A revolution does not guarantee wealth and equality. Many revolutions have taken place around the world, only to replace one kind of corruption with another where a new 1% group controls all the wealth. For example, the Chinese communist revolution of 1949 eliminated the entire middle class until major economic reforms began in the 1980’s. At present, the top 1% in China still possesses immense wealth and power. Corruption is rampant if not getting worse. However, the big difference this time is that more than 50% of the population is gainfully employed in economic production. The middle class has revived. They have a better future to look forward to. The Chinese middle class is hopeful and growing rapidly. In contrast, the American middle class is angry because they are being squeezed from all sides.
Besides material enjoyment and status, wealth carries all kinds of advantages in doing business, especially the ability to suffocate the competition. Thus business tends to get bigger, and wealth tends to concentrate. A person immersed in wealth can easily forget about the rules of fair play. He is corrupted by greed unless his conscience regains control.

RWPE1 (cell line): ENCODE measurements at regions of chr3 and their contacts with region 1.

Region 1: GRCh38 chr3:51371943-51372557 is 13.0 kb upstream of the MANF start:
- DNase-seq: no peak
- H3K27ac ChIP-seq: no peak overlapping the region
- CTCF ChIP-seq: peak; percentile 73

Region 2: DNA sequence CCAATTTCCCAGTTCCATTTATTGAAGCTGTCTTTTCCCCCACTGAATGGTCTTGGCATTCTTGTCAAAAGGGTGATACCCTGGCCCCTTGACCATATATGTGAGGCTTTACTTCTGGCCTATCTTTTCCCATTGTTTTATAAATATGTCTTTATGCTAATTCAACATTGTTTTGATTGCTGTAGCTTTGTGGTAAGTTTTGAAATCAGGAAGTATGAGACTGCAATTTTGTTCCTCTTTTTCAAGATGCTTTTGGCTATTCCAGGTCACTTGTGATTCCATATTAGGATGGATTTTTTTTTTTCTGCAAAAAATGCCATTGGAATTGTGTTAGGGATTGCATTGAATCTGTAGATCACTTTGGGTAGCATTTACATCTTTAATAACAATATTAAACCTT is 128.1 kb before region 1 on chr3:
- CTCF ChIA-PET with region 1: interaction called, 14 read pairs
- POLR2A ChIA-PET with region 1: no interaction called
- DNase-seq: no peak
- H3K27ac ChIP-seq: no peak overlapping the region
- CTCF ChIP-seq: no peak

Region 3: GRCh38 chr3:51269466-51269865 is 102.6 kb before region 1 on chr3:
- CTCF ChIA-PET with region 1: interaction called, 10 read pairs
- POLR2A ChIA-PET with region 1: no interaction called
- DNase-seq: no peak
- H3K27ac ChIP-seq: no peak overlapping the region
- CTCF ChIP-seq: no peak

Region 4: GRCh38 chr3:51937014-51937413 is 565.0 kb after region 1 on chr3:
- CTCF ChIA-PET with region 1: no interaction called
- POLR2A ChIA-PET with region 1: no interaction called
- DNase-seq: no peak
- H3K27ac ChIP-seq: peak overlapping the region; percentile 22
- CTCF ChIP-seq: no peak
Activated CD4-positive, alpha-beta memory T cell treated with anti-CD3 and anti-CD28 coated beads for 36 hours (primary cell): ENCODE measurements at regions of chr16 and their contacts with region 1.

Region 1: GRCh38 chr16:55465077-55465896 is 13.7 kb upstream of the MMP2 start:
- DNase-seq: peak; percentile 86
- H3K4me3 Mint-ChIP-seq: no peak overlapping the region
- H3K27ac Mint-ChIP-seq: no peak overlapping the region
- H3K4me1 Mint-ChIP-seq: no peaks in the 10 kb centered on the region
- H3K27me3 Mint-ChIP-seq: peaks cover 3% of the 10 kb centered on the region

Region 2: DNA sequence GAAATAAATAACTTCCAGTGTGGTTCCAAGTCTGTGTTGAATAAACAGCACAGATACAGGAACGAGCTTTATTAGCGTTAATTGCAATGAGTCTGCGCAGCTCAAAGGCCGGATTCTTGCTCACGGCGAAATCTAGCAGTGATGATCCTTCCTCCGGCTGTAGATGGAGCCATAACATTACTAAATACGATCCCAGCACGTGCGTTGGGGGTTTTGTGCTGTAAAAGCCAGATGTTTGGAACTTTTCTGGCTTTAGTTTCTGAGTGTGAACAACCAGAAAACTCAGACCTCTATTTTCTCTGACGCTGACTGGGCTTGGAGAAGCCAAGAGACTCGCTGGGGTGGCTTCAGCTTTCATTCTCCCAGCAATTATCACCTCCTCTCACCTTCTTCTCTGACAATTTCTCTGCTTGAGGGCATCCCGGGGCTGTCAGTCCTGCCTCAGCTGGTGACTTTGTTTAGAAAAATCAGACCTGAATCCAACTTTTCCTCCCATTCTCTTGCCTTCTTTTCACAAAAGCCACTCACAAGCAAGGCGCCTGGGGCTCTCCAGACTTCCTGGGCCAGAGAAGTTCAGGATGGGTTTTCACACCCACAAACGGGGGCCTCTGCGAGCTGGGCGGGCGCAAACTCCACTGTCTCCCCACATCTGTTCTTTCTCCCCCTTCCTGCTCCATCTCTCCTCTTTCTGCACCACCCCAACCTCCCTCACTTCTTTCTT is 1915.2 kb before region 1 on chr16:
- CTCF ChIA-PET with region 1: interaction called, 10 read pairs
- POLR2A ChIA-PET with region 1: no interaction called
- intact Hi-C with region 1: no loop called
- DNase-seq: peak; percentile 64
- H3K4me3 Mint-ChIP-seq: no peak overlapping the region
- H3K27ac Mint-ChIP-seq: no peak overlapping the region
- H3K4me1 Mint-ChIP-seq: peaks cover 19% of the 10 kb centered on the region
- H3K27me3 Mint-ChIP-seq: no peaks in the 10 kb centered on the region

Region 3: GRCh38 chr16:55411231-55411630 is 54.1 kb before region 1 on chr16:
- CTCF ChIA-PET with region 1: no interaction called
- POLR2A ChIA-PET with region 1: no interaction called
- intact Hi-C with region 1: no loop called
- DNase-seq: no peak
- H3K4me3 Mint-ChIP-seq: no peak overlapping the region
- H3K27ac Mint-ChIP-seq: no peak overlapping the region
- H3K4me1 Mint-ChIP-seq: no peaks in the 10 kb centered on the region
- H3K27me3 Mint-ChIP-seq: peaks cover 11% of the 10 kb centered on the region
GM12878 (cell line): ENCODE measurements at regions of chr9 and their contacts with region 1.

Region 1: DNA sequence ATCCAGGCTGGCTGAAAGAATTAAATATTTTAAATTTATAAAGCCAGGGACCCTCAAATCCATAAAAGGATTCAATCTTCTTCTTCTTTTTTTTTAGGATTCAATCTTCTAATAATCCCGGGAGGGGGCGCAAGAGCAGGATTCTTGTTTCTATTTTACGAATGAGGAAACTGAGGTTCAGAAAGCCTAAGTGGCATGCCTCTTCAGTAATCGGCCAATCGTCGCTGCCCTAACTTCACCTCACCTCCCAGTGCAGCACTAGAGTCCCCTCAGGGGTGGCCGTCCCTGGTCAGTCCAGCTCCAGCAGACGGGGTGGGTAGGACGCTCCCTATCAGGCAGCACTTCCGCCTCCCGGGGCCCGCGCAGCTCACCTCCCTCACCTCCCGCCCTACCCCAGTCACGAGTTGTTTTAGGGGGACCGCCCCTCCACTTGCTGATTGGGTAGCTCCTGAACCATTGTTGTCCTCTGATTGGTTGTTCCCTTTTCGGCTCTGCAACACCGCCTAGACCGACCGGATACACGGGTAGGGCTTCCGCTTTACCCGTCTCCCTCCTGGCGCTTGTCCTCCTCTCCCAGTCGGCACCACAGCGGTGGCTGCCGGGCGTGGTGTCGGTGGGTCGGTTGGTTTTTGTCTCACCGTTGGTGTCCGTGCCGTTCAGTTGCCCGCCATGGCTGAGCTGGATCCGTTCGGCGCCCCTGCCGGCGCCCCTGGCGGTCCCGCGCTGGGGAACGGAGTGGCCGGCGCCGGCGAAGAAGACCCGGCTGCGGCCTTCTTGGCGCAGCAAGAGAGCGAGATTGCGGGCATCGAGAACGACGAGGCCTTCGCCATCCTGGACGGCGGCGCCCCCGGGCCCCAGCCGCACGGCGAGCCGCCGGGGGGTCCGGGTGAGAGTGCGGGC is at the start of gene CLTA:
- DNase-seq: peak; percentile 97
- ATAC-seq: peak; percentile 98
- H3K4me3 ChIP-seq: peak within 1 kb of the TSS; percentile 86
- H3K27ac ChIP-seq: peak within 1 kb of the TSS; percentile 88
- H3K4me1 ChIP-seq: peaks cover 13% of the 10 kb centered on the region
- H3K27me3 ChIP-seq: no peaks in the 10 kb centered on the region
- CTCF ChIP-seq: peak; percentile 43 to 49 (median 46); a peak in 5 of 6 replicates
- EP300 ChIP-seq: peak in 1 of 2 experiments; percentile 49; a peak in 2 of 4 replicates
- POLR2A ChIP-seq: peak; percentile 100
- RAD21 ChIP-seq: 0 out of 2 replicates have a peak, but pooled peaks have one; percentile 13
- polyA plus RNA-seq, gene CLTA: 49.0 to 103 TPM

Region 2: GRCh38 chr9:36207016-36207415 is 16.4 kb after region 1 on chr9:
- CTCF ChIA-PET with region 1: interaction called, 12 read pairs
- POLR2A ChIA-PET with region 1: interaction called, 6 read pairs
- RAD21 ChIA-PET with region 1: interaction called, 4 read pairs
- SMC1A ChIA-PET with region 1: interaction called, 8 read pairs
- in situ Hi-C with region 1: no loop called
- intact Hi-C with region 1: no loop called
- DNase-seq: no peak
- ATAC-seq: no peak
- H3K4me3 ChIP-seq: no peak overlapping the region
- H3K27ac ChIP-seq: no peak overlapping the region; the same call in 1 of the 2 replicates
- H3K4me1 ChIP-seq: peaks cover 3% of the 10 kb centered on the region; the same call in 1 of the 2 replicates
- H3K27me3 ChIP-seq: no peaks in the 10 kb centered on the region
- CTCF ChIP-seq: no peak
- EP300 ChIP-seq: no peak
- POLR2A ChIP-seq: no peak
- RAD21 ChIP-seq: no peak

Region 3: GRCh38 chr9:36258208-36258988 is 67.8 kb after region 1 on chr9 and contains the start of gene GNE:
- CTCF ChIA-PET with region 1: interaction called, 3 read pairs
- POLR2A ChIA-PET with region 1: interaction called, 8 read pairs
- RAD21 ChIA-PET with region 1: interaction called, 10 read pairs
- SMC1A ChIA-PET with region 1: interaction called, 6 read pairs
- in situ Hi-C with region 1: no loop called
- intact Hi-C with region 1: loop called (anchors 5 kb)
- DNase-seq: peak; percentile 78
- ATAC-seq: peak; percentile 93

Should the rest of the population rely on big business to police itself and to do good? Of course not! That’s why we have laws and regulations to forbid monopoly, foster competition, and ensure fair labor compensation. Who should enforce the laws and regulations then? The government by default. What if the government protects big business rather than the people? What if big business owns the government, just like the gangs own the police force in some cities? This will create a vicious cycle of corruption that is really sinister. It will continue to squeeze the people until a rebellion finally occurs.
The collusion between government and big business represents the worsening culture of corruption in America today. It is undermining the middle class and the nation’s valued democracy. The following are some glaring examples:
In January 2010, the US Supreme Court overturned a 20-year-old ruling that put a limit on monetary donations from corporations and labor organizations to politicians. The limit no longer exists now.
Political campaigns are increasingly expensive. Politicians rely on big business to fund election campaigns. Once elected to office, they have to pay back in the form of government contracts, subsidies, and relaxed regulations.
Politicians seldom do things for the public good because they owe too many favors to big business. When they grant favors to corporations such as tax cuts, subsidies or contracts, how do they explain their actions? Easy! They always say it’s for job creation purpose to misguide the public. Unfortunately, many people are brainwashed to believe what the politicians say.